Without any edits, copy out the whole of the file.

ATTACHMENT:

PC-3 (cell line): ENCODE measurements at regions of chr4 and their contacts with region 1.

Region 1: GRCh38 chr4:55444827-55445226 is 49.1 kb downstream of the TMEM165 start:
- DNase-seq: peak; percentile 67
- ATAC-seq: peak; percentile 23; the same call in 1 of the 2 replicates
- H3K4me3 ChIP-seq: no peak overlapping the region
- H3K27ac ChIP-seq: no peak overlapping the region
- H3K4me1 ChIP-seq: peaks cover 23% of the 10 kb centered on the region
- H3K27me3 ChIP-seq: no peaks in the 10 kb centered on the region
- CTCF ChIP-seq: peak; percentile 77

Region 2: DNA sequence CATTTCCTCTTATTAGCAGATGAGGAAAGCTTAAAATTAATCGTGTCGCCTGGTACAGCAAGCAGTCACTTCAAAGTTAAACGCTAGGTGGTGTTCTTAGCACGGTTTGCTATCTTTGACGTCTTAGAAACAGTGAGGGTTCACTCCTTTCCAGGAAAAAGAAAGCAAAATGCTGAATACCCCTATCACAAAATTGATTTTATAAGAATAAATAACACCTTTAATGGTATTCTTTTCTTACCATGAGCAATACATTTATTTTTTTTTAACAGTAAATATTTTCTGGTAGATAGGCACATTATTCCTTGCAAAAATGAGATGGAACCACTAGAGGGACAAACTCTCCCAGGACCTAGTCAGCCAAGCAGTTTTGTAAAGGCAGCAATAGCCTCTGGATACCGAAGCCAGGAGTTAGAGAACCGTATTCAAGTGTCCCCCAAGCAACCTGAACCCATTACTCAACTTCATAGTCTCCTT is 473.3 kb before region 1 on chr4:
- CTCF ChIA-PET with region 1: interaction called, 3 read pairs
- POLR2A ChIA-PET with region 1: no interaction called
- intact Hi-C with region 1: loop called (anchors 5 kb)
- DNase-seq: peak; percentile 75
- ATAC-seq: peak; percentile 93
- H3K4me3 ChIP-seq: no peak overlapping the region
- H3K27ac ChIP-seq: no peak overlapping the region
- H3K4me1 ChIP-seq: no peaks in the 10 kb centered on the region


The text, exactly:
PC-3 (cell line): ENCODE measurements at regions of chr4 and their contacts with region 1.

Region 1: GRCh38 chr4:55444827-55445226 is 49.1 kb downstream of the TMEM165 start:
- DNase-seq: peak; percentile 67
- ATAC-seq: peak; percentile 23; the same call in 1 of the 2 replicates
- H3K4me3 ChIP-seq: no peak overlapping the region
- H3K27ac ChIP-seq: no peak overlapping the region
- H3K4me1 ChIP-seq: peaks cover 23% of the 10 kb centered on the region
- H3K27me3 ChIP-seq: no peaks in the 10 kb centered on the region
- CTCF ChIP-seq: peak; percentile 77

Region 2: DNA sequence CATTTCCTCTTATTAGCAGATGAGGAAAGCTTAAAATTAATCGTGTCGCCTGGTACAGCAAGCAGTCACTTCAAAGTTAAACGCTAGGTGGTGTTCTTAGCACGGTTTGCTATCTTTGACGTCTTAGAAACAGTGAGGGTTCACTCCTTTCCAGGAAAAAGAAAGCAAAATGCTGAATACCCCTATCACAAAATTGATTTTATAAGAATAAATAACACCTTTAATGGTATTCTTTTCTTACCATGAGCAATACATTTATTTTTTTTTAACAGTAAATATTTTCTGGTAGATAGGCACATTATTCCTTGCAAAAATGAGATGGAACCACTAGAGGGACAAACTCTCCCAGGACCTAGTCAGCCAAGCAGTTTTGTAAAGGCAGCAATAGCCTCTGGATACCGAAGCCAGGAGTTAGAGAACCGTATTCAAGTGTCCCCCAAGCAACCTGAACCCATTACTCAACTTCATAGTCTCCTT is 473.3 kb before region 1 on chr4:
- CTCF ChIA-PET with region 1: interaction called, 3 read pairs
- POLR2A ChIA-PET with region 1: no interaction called
- intact Hi-C with region 1: loop called (anchors 5 kb)
- DNase-seq: peak; percentile 75
- ATAC-seq: peak; percentile 93
- H3K4me3 ChIP-seq: no peak overlapping the region
- H3K27ac ChIP-seq: no peak overlapping the region
- H3K4me1 ChIP-seq: no peaks in the 10 kb centered on the region